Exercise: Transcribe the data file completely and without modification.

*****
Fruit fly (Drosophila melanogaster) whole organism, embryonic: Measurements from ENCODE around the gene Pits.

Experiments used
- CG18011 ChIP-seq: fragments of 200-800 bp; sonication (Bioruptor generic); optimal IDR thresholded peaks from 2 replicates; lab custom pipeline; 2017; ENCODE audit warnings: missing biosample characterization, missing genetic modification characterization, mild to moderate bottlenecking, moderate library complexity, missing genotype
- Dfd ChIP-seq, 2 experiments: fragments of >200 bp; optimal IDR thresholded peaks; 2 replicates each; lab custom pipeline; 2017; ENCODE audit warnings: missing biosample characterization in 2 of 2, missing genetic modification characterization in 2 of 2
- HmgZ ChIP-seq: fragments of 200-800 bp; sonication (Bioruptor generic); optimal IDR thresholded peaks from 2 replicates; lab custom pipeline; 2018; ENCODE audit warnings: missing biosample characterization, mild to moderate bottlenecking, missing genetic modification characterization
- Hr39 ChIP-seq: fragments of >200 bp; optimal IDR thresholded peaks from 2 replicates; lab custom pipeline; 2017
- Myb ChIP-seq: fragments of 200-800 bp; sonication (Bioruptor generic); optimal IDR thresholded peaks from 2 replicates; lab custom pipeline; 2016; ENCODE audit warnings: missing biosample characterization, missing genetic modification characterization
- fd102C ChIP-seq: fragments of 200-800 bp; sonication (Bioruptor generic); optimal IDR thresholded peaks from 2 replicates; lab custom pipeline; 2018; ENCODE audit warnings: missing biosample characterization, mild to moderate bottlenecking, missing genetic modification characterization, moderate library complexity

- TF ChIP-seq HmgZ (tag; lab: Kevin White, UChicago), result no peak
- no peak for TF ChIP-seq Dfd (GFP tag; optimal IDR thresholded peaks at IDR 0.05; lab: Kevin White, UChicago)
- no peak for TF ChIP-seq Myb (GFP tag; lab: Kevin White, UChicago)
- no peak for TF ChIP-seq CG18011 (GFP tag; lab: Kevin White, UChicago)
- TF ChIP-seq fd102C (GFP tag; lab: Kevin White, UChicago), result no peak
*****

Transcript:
Fruit fly (Drosophila melanogaster) whole organism, embryonic: Measurements from ENCODE around the gene Pits.

Experiments used
- CG18011 ChIP-seq: fragments of 200-800 bp; sonication (Bioruptor generic); optimal IDR thresholded peaks from 2 replicates; lab custom pipeline; 2017; ENCODE audit warnings: missing biosample characterization, missing genetic modification characterization, mild to moderate bottlenecking, moderate library complexity, missing genotype
- Dfd ChIP-seq, 2 experiments: fragments of >200 bp; optimal IDR thresholded peaks; 2 replicates each; lab custom pipeline; 2017; ENCODE audit warnings: missing biosample characterization in 2 of 2, missing genetic modification characterization in 2 of 2
- HmgZ ChIP-seq: fragments of 200-800 bp; sonication (Bioruptor generic); optimal IDR thresholded peaks from 2 replicates; lab custom pipeline; 2018; ENCODE audit warnings: missing biosample characterization, mild to moderate bottlenecking, missing genetic modification characterization
- Hr39 ChIP-seq: fragments of >200 bp; optimal IDR thresholded peaks from 2 replicates; lab custom pipeline; 2017
- Myb ChIP-seq: fragments of 200-800 bp; sonication (Bioruptor generic); optimal IDR thresholded peaks from 2 replicates; lab custom pipeline; 2016; ENCODE audit warnings: missing biosample characterization, missing genetic modification characterization
- fd102C ChIP-seq: fragments of 200-800 bp; sonication (Bioruptor generic); optimal IDR thresholded peaks from 2 replicates; lab custom pipeline; 2018; ENCODE audit warnings: missing biosample characterization, mild to moderate bottlenecking, missing genetic modification characterization, moderate library complexity

- TF ChIP-seq HmgZ (tag; lab: Kevin White, UChicago), result no peak
- no peak for TF ChIP-seq Dfd (GFP tag; optimal IDR thresholded peaks at IDR 0.05; lab: Kevin White, UChicago)
- no peak for TF ChIP-seq Myb (GFP tag; lab: Kevin White, UChicago)
- no peak for TF ChIP-seq CG18011 (GFP tag; lab: Kevin White, UChicago)
- TF ChIP-seq fd102C (GFP tag; lab: Kevin White, UChicago), result no peak